CAMDEN, N.J. (AP) — Nothing has come easily for Atlantic City's Revel casino, from the death of three executives in a plane crash to running out of money, going bankrupt twice and finally closing after just over two years of operation.
But the difficulties for the $2.4 billion Revel reached a new level Monday when a Florida developer won the right to buy it for $95.4 million — and immediately announced he was going to court to halt the sale to himself.
Glenn Straub's Polo North Country Club is the only bidder left for Revel. But it now wants the former casino at a lower price than it last offered.
"This is a most unusual sale motion in that we have an objection by Polo North to their own sale," Revel attorney John Cunningham said. "I think in my 23 years of practicing bankruptcy law this is my first time to see that."
In the fall, Straub bid $95.4 million for the casino resort. He wanted bankruptcy Judge Gloria Burns to approve an $87 million sale price, which she refused to do.
The judge ruled that Straub's most recent bid is still binding, and that is the price he will have to pay. That led Straub's attorney, Stuart Moskovitz, to say he will seek a court order halting the sale to his client. He asked Burns to issue a stay to her own order, but she refused.
During a break in the hearing, Moskovitz said Straub "is not making any decisions right now."
Straub refused to say whether he intends to operate the property as a casino hotel or for some other purpose. One of many ideas he has floated involves gathering the world's top minds at the site to work at a "genius academy" to tackle society's problems.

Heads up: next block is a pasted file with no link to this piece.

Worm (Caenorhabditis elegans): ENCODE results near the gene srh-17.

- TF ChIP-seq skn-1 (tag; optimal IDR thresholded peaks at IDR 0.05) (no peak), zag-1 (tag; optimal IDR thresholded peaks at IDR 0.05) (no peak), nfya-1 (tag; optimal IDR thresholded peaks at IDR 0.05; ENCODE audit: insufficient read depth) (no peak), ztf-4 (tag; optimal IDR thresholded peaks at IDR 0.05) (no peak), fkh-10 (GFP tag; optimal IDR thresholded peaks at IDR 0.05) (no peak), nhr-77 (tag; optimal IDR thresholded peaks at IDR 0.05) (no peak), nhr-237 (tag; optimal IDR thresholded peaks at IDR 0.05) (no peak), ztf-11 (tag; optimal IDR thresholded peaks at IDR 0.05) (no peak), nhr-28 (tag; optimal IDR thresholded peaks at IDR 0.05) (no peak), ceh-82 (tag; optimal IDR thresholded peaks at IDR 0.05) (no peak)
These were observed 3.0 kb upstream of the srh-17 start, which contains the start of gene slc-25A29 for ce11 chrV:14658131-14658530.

But Straub also sounded like it would not trouble him too deeply if the deal fell through. He said he remains interested in "wineries and country clubs" in the region.
During an hourlong break, Revel attorneys spoke with Straub and his lawyer about unspecified language to be included in a final sale order. But Cunningham told the judge that Straub and his lawyer "will not engage. They feel they need more consultations with experts. He continues to tell us he's going to appeal your order."
Moskovitz told the judge that Straub simply needs a few days to consult with others, including nongambling businesses that operated at Revel. After the hearing, Moskovitz said no court challenge would be brought before Thursday.
Burns reiterated her belief that the auction was done properly, and that there are no grounds to void its results — something Straub had sought as an alternative if his request for a lower purchase price was rebuffed.
In October, the court approved a sale to Toronto-based Brookfield Asset Management for $110 million. Brookfield pulled out of the deal a month later in a dispute with bondholders over debt from the construction of Revel's costly power plant.
That led the court to turn to Straub's Polo North Country Club as the runner-up bidder, whose last bid was $95.4 million.
Moskovitz said Straub's bid of $90 million should be in effect "because we believe the entire bidding process was tainted." He also wanted a $3 million "breakup fee" applied to the purchase price, which the judge denied. He objected and asked the court to set aside the auction results last year after it emerged that Revel attorneys had represented companies affiliated with Brookfield in unrelated matters.
Revel shut down on Sept. 2 after little more than two years of operation in which it never turned a profit. It was one of four Atlantic City casinos to close in 2014.
Its entire history is rife with setbacks and tragedies. It broke ground just before the Great Recession hit, and it ran out of money halfway through construction. Three of its top executives were killed in a plane crash, and a construction worker was fatally struck by lightning.
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